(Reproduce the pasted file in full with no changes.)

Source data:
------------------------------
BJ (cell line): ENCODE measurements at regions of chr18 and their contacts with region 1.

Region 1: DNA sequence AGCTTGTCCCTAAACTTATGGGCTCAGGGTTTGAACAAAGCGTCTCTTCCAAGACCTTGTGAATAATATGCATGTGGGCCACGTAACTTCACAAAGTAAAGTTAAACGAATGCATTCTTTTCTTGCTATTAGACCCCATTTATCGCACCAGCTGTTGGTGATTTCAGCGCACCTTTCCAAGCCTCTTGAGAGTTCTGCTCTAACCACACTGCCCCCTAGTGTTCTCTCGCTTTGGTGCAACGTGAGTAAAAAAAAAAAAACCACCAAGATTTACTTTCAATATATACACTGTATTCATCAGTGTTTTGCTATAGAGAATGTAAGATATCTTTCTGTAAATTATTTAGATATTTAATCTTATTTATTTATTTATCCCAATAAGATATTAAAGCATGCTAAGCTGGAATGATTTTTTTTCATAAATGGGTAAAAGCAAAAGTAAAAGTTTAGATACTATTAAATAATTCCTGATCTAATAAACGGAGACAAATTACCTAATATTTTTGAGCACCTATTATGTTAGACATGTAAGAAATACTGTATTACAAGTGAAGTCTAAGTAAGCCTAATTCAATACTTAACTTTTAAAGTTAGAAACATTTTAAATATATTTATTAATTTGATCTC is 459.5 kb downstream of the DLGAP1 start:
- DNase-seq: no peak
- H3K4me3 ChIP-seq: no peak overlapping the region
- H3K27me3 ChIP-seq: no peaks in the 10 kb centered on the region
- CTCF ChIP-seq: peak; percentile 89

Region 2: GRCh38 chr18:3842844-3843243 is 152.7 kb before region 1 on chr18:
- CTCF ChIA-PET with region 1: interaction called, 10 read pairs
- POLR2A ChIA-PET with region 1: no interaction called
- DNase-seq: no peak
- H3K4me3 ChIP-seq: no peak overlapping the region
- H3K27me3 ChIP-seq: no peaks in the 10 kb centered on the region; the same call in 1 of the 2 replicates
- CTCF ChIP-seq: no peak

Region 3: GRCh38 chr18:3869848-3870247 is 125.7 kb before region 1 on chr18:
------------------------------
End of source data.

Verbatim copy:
BJ (cell line): ENCODE measurements at regions of chr18 and their contacts with region 1.

Region 1: DNA sequence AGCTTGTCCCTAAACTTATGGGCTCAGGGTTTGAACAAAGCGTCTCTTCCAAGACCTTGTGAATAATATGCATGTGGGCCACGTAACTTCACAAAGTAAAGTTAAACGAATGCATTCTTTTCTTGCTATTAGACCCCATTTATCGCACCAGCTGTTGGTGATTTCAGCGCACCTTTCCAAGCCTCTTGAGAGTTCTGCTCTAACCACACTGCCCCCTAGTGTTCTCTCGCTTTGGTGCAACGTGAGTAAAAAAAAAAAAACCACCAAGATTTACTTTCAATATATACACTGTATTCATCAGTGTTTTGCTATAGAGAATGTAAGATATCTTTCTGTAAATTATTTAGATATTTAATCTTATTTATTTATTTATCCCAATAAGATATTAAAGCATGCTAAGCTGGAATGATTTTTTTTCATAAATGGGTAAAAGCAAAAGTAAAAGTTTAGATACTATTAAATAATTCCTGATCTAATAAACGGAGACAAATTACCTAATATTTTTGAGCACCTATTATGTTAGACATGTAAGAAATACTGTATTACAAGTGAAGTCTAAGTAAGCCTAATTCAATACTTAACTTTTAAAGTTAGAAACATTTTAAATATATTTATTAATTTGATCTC is 459.5 kb downstream of the DLGAP1 start:
- DNase-seq: no peak
- H3K4me3 ChIP-seq: no peak overlapping the region
- H3K27me3 ChIP-seq: no peaks in the 10 kb centered on the region
- CTCF ChIP-seq: peak; percentile 89

Region 2: GRCh38 chr18:3842844-3843243 is 152.7 kb before region 1 on chr18:
- CTCF ChIA-PET with region 1: interaction called, 10 read pairs
- POLR2A ChIA-PET with region 1: no interaction called
- DNase-seq: no peak
- H3K4me3 ChIP-seq: no peak overlapping the region
- H3K27me3 ChIP-seq: no peaks in the 10 kb centered on the region; the same call in 1 of the 2 replicates
- CTCF ChIP-seq: no peak

Region 3: GRCh38 chr18:3869848-3870247 is 125.7 kb before region 1 on chr18: